ATLANTA - Louisiana Gov. Edwin Edwards said Monday that he would sign a $4.35 billion general-fund budget and $119 million in new taxes for fiscal 1994, both approved by legislators last week, ending the possibility that gridlock might set in when the new fiscal year begins on July 1.

The lawmakers' budget resolves a revenue imbalance for fiscal 1994 that officials had projected at about $618 million in March. The new taxes help avoid large spending cuts that would have otherwise been necessary to bring outlays in line with revenues, as required by state law.

"Gov. Edwards said today it is his intention to sign both the appropriations bill and tax increases," Payton Smith, the governor's spokesman said in an interview late Monday.

In a budget plan presented earlier this year, Gov. Edwards said he wanted to increase taxes by about $480 million to fund state services in fiscal 1994.

The budget approved by lawmakers compares with $4.23 billion of general fund spending in the current fiscal year, according to Greg Albrecht, chief economist at the Legislative Fiscal Office.

"Assuming Louisiana's budget is signed, and that the state can live within this budget, it is a hopeful sign," Jay Abrams, a director at Standard & Poor's Corp., said yesterday. "This is not the worst-case scenario by far."

Abrams said that Standard & Poor's Corp. will analyze the budget to make sure it "employs real cuts and real revenues." Any improvement in the state's rating, he added, would require "something more forward-looking in terms of the state's revenue structure."

"As we look at it, the present rating is very reflective of the difficulties Louisiana is having," Abrams said.

"Passage of a timely budget is important because it allows a state a full year to implement remedial action if needed," George Leung, managing director of state ratings at Moody's Investor's Service said yesterday.

Standard & Poor's has rated the state's GO debt at A since December 1990, when it raised the rating from BBB-plus. Some analysts expressed surprise when the rating agency reaffirmed the A rating in March, despite the state's looming fiscal problems.

Moody's rates Louisiana's GO debt Baal.

The legislators' revenue increase package will bring in an estimated $95.7 million in additional state sales taxes by eliminating exemptions to the one-cent tax currently charged by the Louisiana Recovery District, according to Albrecht. Groceries and utilities, which are currently exempt from the tax, would be taxed beginning on July 1.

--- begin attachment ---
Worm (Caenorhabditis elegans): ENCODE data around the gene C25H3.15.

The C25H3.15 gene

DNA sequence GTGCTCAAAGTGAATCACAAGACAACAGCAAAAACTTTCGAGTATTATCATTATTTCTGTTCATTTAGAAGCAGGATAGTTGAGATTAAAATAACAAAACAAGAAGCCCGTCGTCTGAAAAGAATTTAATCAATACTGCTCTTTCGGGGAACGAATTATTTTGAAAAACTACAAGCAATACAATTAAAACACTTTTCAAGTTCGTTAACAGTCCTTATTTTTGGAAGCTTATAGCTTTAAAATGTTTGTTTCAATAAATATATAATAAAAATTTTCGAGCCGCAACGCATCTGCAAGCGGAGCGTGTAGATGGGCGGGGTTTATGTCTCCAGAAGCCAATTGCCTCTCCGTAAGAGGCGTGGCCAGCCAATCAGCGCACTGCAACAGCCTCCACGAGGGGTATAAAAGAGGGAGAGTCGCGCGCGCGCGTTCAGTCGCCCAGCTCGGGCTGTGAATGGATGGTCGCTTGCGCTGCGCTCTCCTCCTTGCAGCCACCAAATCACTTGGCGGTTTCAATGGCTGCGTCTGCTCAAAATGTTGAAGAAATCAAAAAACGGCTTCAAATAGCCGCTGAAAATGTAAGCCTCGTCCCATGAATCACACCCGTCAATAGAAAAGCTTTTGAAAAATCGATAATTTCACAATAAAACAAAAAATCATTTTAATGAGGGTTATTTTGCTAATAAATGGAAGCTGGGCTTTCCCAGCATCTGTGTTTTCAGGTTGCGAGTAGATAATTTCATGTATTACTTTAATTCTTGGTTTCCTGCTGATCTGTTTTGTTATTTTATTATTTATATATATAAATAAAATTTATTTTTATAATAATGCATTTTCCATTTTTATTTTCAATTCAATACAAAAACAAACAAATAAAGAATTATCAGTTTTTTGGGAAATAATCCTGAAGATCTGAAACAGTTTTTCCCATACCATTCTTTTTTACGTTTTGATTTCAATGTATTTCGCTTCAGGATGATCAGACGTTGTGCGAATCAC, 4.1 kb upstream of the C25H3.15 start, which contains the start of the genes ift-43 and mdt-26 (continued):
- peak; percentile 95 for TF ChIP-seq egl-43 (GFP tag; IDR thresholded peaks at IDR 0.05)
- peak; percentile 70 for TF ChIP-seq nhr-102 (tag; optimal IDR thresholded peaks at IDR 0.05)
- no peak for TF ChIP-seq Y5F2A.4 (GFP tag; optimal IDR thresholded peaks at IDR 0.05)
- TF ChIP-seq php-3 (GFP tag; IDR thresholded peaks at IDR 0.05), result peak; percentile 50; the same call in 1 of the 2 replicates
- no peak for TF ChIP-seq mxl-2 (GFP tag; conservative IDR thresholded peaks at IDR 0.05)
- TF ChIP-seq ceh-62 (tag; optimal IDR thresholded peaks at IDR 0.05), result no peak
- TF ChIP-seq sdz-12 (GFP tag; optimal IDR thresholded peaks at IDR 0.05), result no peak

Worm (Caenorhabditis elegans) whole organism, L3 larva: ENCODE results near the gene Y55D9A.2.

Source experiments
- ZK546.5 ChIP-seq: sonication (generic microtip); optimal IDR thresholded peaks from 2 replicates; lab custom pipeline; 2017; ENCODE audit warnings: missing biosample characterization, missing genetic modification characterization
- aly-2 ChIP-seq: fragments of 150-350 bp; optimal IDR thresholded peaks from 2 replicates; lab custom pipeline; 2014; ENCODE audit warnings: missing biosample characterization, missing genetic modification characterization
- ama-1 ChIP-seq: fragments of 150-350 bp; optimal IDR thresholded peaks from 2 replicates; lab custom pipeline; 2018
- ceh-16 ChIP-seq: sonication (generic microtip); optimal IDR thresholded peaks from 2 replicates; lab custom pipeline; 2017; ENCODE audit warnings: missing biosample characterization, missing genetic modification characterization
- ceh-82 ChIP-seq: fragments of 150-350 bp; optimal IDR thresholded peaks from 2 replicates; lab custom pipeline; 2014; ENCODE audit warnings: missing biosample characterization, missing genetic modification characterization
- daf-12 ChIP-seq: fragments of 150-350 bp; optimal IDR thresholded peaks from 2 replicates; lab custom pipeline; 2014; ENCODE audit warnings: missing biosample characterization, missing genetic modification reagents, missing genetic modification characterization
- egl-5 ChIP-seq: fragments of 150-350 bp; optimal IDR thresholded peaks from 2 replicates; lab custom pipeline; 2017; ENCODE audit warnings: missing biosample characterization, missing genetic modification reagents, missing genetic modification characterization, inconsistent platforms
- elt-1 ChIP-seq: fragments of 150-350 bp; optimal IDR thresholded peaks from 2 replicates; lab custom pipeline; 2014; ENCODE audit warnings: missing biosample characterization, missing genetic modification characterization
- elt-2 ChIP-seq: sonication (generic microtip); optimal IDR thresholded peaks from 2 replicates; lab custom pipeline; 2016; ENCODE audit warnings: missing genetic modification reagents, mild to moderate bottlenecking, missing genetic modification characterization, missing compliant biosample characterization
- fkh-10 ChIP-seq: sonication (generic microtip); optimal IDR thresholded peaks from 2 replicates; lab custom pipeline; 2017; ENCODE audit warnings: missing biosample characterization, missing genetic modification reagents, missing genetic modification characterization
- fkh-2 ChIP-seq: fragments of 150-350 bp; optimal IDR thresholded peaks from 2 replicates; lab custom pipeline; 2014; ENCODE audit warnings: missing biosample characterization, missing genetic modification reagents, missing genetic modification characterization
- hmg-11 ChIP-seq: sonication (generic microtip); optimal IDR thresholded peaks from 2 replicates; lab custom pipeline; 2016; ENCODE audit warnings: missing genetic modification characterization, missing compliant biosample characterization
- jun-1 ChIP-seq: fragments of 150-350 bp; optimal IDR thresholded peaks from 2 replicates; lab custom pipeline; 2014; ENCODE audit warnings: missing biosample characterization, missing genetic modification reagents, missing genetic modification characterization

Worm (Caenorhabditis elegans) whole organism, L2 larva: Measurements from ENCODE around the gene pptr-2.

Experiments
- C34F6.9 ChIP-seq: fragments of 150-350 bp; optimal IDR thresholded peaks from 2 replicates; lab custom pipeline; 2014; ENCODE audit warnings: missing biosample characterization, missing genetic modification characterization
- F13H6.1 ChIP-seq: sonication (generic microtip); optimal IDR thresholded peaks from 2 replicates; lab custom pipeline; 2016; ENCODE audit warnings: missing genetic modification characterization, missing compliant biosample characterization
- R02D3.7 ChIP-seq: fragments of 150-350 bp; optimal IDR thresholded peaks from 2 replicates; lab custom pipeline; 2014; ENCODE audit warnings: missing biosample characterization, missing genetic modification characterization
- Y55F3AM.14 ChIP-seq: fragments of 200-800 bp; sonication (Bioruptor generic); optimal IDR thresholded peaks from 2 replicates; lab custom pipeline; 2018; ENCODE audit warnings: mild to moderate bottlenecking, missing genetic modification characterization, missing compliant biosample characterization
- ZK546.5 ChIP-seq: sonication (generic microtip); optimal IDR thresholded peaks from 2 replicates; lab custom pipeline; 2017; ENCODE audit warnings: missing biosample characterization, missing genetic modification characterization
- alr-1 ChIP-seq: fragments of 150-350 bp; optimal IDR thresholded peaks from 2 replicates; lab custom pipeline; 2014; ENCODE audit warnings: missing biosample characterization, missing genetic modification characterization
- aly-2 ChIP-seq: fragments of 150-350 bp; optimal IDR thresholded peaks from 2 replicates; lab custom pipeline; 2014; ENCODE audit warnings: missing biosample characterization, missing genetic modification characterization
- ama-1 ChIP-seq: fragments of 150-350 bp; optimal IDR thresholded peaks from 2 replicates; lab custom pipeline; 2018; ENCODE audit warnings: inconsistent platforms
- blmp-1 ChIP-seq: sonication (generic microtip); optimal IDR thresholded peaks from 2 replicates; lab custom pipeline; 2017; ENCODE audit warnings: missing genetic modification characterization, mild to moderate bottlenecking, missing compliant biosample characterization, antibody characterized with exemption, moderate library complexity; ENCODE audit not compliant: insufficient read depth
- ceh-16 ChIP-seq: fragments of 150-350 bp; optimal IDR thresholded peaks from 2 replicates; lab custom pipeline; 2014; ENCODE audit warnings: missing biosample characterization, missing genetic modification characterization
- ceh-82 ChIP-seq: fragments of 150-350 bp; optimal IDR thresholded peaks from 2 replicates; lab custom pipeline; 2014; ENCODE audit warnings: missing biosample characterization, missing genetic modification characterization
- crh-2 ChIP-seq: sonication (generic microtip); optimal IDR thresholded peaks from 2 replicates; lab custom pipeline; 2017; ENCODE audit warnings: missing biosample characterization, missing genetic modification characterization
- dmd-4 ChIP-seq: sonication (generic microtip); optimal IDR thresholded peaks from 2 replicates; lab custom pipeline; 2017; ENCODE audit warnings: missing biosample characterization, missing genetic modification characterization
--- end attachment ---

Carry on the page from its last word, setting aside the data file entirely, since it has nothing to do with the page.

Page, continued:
Legislators also voted to change accounting procedures governing the taxation of corporations that do business in Louisiana. The changes would raise an additional $23.3 million, mostly from out-of-state firms, said Albrecht.

"It is not a pleasant situation, but in order to find revenues for the budget, for higher education, it had to be done." said Sen. Larry Bankston, D-Baton Rouge, in floor debate on the tax increases, which passed last Thursday.

The new taxes, which had been rejected in a special legislative session, allow the state to avoid some very painful cuts that would have been necessary without increased revenues.

For example, the tax increases add $72 million in funding to higher education. They also provide $12.65 million more to Medicaid programs. In addition, funding will be increased for a variety of other programs, including the Louisiana Health Insurance Association's catastrophic health plan.

In January, Edwards called for the $480 million in new taxes as part of a package designed to avert the state's projected fiscal 1994 budget deficit. Edwards plan called for 370 million in direct new taxes: $200 million from an increase in the gasoline taxes, $100 million from eliminating exemptions to the sales tax, and $70 million from a reimposition of property taxes. The governor's proposal would also have raised $110 million by ending the state's insurance tax credit and its credit for business inventory taxes.

A special legislative session that began March 14 considered raising taxes by $350 million, but the proposal died when Edwards refused to support it. The regular session began March 29.

Meanwhile, Louisiana lawmakers continue to debate a number of other issues of interest to municipal bond participants as the 1993 regular session winds down.

Legislation that would limit state bond issuance appears to be nearing approval, legislative sources said, with lawmakers working out differences between House and Senate bills that would link new sales of debt to yearly revenue collections.

Prospects for legislation that would authorize the state's Stadium & Exposition District to sell over $200 million of tax-exempt revenue bonds are cloudier, Albrecht said.

The proposed bond issue, which would refund the authority's existing debt and finance a variety of sports-related construction projects in the New Orleans area, is being resisted by lawmakers who think many of the proposed projects are unnecessary.

In any event, legislators hope to complete the session by the end of the week, Albrecht said.

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